– Stroke and other vascular diseases. Stroke and other blood vessel (vascular) diseases can lead to brain damage that may trigger epilepsy. You can take a number of steps to reduce your risk of these diseases, including limiting your intake of alcohol and avoiding cigarettes, eating a healthy diet, and exercising regularly.

Day 331 of 365

Risk factors to epilepsy II

– Dementia. Dementia can increase the risk of epilepsy in older adults.

-Brain infections. Infections such as meningitis, which causes inflammation in your brain or spinal cord, can increase your risk.

-Seizures in childhood. High fevers in childhood can sometimes be associated with seizures. Children who have seizures due to high fevers generally won’t develop epilepsy. The risk of epilepsy increases if a child has a long seizure, another nervous system condition or a family history of epilepsy.

Day 332 of 365

Treatment for epilepsy

Medication
Most people with epilepsy can become seizure-free by taking one anti-seizure medication, which is also called anti-epileptic medication. Others may be able to decrease the frequency and intensity of their seizures by taking a combination of medications.

Epilepsy surgery
When medications fail to provide adequate control over seizures, surgery may be an option. With epilepsy surgery, a surgeon removes the area of your brain that’s causing seizures.

Therapies
Apart from medications and surgery, these potential therapies offer an alternative for treating epilepsy:

Vagus nerve stimulation. In vagus nerve stimulation, doctors implant a device called a vagus nerve stimulator underneath the skin of your chest, similar to a heart pacemaker.

Day 333 of 365

Facts about epilepsy

-Epilepsy is a chronic noncommunicable disease of the brain that affects people of all ages.

-Around 50 million people worldwide have epilepsy, making it one of the most common neurological diseases globally.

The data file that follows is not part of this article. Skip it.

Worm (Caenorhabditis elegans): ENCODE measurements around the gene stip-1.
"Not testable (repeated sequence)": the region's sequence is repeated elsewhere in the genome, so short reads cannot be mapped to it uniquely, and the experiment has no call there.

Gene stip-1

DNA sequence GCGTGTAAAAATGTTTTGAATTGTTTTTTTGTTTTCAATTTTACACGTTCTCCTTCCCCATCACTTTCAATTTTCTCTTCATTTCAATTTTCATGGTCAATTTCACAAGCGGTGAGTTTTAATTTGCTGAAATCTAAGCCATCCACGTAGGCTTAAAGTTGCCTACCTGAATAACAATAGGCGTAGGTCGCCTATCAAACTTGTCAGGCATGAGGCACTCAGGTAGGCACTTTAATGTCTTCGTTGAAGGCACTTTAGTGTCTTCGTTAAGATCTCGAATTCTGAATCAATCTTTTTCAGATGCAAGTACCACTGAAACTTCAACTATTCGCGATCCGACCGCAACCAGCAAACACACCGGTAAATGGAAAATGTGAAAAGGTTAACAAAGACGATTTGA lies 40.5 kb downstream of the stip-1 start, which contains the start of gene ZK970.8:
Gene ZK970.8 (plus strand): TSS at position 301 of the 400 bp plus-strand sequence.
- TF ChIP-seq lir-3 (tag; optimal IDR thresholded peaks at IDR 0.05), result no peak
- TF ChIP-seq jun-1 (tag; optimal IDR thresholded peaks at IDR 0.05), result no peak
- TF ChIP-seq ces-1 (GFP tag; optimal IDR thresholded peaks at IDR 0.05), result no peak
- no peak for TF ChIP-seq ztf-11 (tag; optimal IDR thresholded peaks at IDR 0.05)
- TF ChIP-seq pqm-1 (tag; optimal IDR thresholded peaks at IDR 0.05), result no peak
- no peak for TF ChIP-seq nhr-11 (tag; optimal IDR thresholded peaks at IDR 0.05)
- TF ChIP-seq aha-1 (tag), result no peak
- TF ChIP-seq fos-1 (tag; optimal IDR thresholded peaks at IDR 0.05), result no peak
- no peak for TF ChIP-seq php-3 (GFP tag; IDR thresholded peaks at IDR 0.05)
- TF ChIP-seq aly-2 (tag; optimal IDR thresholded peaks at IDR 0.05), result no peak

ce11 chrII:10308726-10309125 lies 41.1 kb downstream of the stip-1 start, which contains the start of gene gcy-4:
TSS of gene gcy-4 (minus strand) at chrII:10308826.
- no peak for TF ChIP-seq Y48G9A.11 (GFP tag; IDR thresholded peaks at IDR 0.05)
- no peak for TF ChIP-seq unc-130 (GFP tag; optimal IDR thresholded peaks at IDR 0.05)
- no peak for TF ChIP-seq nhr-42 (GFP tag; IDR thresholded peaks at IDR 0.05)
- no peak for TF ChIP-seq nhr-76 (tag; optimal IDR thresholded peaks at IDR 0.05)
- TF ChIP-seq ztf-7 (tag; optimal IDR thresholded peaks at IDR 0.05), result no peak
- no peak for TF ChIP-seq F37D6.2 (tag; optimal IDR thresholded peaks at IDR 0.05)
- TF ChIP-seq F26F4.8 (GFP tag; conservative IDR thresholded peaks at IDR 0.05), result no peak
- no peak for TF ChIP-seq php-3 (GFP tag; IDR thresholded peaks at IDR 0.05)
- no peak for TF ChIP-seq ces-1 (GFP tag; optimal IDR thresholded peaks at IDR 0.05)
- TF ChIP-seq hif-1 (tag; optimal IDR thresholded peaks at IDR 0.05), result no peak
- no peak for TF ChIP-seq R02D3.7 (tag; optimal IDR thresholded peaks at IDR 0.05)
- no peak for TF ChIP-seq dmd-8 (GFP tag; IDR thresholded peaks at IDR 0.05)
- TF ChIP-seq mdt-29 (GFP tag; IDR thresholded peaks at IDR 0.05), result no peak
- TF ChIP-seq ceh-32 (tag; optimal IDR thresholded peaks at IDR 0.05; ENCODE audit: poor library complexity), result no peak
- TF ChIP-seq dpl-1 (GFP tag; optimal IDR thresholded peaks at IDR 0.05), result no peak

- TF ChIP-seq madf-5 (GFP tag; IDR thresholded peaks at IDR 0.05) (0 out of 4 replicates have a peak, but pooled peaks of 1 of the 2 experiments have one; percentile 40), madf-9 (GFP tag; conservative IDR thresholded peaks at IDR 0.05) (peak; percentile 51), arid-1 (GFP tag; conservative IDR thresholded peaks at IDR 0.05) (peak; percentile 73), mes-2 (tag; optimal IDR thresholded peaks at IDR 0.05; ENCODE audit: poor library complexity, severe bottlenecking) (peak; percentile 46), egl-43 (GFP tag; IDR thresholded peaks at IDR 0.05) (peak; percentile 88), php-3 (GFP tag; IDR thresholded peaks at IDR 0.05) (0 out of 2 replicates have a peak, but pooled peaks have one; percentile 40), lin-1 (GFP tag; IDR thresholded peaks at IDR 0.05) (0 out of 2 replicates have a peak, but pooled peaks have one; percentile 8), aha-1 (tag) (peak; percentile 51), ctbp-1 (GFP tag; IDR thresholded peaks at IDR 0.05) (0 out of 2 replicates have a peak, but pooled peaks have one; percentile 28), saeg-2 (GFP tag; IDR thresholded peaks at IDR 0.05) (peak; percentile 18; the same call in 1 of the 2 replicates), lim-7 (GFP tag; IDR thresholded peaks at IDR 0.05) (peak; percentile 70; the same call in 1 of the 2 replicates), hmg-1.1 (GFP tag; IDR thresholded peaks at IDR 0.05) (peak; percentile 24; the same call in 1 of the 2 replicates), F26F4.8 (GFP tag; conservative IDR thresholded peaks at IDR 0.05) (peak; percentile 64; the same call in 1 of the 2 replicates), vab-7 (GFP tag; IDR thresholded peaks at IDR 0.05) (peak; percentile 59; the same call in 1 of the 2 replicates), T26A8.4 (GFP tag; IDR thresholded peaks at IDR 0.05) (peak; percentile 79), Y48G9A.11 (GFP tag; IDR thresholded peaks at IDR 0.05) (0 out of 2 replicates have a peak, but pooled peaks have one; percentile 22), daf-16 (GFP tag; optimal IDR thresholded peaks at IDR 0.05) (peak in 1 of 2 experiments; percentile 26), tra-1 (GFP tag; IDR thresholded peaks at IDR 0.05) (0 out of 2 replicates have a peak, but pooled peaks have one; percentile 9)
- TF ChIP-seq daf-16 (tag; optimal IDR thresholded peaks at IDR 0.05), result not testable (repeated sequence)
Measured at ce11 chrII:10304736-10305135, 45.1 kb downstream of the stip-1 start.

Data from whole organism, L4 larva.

-Nearly 80% of people with epilepsy live in low- and middle-income countries.

-It is estimated that up to 70% of people living with epilepsy could live seizure- free if properly diagnosed and treated.

-The risk of premature death in people with epilepsy is up to three times higher than for the general population.

Day 334 of 365

Facts about epilepsy II

-Three quarters of people with epilepsy living in low-income countries do not get the treatment they need.

-In many parts of the world, people with epilepsy and their families suffer from stigma and discrimination.

-Epilepsy is NOT contagious. You simply can’t catch epilepsy from another person

-You can’t swallow your tongue during a seizure. It’s physically impossible.

-You should NEVER force something into the mouth of someone having a seizure.

– Absolutely not! Forcing something into the mouth of someone having a seizure is a good way to chip teeth, cut gums, or even break someone’s jaw.

-DON’T restrain someone having a seizure. Most seizures end in seconds or a few minutes and will end on their own.

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Published by stevenstowel

a medic poet model student and fashion lover